Second Norml Form (2NF) with Simple Example
Second Normal Form (2NF)
In Second
Normal Form (2NF), the normalization process highly depends on the following;
 Keys
 Functional Dependency, and
 Decomposition.
For a table
to be in 2NF, it has to satisfy the following set of properties;
Property
1: The table should satisfy all the properties of previous normal form,
i.e., 1NF. In other words, the table should be in 1NF.
Property
2: There should not be any partial key dependencies. This property is not
applicable for relations (tables) which have single simple attribute as Primary
Key. Because, single attribute primary key means that all the other attributes
can be determined by the Prime attribute. Hence, property 2 is applicable for
relations those have more than one attribute combination as Primary Key (i.e.,
Composite Key). Because, here is the possibility of some of the attributes of
the table depend on any one or all of the attributes of the composite primary
key.
Let us consider the table 1 STUDENT given
below for our discussions.
[Assumptions
on the following table STUDENT: student can register many courses, and every
course is taught by exactly one instructor]
RegNo

SName

Gen

PR

Phone

Courses

CInst

R1

Sundar

M

BTech

9898786756

Database

Kumar

R2

Ram

M

MS

9897786776

Database

Kumar

R3

Karthik

M

MCA

8798987867

Data Structures

Steve

R4

John

M

BSc

7898886756

Multimedia

Badrinath

R1

Sundar

M

BTech

9898786756

Data Structures

Steve

R3

Karthik

M

MCA

8798987867

Multimedia

Badrinath

Table 1  STUDENT
For
this table, we can write all the possible Functional Dependencies as follows;
RegNo →
SName
RegNo →
Gen
RegNo →
PR
RegNo →
Phone
Courses →
CInst
CInst →
Courses
RegNo Courses → CInst
RegNo Cinst → Courses
RegNo Courses → CInst
RegNo Cinst → Courses
Or, the
first four FDs can also be written as,
RegNo →
SName Gen PR Phone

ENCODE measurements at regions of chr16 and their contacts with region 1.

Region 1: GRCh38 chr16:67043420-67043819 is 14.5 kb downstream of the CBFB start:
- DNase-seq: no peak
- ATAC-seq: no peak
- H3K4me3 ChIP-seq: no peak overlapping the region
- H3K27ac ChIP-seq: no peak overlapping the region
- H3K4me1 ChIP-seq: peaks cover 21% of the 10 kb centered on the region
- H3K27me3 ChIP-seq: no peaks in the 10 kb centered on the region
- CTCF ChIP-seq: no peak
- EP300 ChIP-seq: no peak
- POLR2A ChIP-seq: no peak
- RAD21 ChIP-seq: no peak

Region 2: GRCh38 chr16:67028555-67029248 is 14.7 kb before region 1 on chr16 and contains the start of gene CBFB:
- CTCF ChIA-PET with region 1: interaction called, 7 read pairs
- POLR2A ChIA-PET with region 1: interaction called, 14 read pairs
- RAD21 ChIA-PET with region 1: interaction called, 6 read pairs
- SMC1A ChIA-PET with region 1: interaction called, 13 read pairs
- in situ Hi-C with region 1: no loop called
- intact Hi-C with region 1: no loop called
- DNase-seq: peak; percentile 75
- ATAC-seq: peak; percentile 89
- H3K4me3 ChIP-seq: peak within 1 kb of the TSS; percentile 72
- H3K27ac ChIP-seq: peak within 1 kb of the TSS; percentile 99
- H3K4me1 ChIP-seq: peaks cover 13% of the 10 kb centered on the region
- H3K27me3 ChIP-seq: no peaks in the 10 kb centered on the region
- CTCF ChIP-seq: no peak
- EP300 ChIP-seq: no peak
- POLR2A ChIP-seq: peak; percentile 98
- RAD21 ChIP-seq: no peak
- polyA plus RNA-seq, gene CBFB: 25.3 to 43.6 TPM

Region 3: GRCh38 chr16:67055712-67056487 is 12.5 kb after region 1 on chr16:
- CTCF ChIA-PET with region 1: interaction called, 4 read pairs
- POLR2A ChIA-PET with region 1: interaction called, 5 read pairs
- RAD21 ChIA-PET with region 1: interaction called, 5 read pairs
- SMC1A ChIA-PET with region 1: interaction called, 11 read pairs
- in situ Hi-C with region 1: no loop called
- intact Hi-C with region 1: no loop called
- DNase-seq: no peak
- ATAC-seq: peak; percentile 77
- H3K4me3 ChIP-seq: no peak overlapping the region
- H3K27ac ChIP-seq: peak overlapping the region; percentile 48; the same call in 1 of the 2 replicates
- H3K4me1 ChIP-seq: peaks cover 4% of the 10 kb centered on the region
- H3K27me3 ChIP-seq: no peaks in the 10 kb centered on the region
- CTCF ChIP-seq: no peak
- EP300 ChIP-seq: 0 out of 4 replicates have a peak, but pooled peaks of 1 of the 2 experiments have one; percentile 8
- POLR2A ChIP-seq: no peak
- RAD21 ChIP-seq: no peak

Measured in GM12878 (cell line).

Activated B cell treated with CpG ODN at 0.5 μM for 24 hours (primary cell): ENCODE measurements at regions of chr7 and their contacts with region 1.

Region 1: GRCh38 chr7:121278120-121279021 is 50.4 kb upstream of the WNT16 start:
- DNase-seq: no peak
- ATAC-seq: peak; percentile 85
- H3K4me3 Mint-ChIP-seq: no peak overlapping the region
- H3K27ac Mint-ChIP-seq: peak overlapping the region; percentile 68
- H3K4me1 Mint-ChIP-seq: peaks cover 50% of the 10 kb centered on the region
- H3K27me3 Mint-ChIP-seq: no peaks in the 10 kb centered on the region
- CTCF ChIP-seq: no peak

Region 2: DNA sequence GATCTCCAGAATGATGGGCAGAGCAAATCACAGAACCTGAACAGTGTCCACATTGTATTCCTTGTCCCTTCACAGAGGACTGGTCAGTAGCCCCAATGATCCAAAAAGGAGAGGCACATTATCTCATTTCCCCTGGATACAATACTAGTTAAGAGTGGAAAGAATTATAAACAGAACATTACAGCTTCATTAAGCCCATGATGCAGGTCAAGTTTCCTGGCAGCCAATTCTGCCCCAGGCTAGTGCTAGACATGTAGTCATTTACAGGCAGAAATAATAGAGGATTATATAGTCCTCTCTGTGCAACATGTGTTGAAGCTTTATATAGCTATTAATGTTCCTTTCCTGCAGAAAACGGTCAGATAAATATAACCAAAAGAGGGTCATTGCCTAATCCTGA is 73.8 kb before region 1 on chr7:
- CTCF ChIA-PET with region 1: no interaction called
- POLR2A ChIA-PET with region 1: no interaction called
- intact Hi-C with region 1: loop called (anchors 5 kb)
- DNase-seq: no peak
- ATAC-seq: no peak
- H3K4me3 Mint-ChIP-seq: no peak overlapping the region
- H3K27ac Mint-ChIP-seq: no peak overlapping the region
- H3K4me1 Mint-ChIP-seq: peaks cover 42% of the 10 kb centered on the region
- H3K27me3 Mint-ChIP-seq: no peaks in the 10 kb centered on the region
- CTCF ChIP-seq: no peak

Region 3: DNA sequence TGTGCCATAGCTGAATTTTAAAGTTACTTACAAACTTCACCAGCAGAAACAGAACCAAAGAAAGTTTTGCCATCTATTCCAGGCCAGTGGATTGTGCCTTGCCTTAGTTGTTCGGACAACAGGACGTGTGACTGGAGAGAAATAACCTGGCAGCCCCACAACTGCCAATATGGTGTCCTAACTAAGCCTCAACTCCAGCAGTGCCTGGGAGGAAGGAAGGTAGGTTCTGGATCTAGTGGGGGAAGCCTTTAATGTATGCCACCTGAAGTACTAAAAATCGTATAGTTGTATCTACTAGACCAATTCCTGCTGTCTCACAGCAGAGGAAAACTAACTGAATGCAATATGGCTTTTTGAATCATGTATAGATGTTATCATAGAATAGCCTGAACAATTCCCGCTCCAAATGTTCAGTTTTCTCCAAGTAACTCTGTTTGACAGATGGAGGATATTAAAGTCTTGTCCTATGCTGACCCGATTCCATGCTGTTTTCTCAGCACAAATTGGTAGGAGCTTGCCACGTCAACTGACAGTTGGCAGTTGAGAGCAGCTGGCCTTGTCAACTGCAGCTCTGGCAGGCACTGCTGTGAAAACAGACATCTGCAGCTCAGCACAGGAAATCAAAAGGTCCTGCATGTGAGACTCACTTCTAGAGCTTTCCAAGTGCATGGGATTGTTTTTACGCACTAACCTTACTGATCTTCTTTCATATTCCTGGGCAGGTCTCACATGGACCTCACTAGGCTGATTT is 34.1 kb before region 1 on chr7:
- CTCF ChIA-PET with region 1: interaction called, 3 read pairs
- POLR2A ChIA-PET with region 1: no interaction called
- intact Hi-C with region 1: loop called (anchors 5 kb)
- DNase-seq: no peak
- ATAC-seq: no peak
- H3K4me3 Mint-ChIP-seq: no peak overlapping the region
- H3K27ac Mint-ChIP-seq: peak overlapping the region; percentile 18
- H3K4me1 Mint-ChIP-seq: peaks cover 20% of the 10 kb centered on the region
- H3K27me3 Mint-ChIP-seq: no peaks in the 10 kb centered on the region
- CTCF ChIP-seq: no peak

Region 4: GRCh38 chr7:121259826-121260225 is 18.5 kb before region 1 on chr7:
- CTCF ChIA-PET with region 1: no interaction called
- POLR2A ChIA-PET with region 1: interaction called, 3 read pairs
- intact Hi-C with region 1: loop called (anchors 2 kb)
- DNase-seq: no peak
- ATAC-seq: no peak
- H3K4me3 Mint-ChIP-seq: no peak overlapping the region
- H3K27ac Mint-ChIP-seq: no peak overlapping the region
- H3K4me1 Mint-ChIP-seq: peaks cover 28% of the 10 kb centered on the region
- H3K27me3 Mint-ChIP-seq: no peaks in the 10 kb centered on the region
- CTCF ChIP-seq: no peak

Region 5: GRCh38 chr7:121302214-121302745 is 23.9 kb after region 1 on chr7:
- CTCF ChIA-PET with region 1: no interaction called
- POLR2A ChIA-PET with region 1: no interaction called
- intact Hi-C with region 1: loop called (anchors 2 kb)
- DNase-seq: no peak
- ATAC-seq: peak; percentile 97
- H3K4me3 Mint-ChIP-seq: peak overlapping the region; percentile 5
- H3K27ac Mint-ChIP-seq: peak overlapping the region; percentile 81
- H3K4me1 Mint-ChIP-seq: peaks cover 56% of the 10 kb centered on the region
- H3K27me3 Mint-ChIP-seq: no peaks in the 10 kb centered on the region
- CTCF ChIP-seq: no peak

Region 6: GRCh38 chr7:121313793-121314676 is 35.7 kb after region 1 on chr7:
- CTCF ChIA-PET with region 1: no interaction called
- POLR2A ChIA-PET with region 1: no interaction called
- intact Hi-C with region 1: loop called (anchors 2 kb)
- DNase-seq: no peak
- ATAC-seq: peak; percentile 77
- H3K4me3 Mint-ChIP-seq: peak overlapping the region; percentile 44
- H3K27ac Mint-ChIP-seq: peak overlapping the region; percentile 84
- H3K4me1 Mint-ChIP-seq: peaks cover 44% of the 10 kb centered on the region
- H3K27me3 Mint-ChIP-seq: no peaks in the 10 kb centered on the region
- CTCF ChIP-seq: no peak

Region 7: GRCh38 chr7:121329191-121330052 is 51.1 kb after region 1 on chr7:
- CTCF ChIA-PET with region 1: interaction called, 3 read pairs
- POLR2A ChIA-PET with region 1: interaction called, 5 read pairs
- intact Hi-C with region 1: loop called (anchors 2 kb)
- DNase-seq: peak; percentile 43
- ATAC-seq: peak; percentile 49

It
means, wherever you give a register number, (for example, ‘R1’), it will always
show one SName value (for ‘R1’, SName is ‘Sundar’), one Gen value (for ‘R1’, Gen is ‘M’), one PR value (‘R1’ is doing ‘BTech’), and
one Phone ( 9898786756 is the phone
number of ‘R1’).
As a whole, all the FDs can be collectively written with the key for this relation as,
RegNo Courses → SName Gen PR Phone CInst
But,
attributes Courses and CInst (Course instructors) cannot be
included in this list. Because, RegNo
cannot uniquely identify either Courses
or CInst. The reason is some of the
students registered more than one course (for example ‘R1’ registered
‘Database’, and ‘Data Structures’ courses).
RegNo Courses → SName Gen PR Phone CInst
How do we convert an unnormalized table into Second Normal Form (2NF)?
The
following steps to be followed;
 Find the possible Primary Key for the table in question
 If Primary key is composite, then find the individual Functional Dependencies (FDs) of every attribute of composite key.
 If all or some of the composite key individually identify other attributes, then Decompose (break into different tables) the table in question into two or more tables.
Steps
explained with example;
 As we have already discussed, for the table STUDENT given in table 1, the Primary key is the Composite Key. The key is (RegNo, Courses) which is a composite key.
 As Primary key is the composite for this relation, we need to find individual FDs for all the composite attributes, i.e., FDs of RegNo and Courses. The attributes Courses and RegNo have following FDs;

Courses → CInstRegNo → SNameRegNo → GenRegNo → PRRegNo → Phone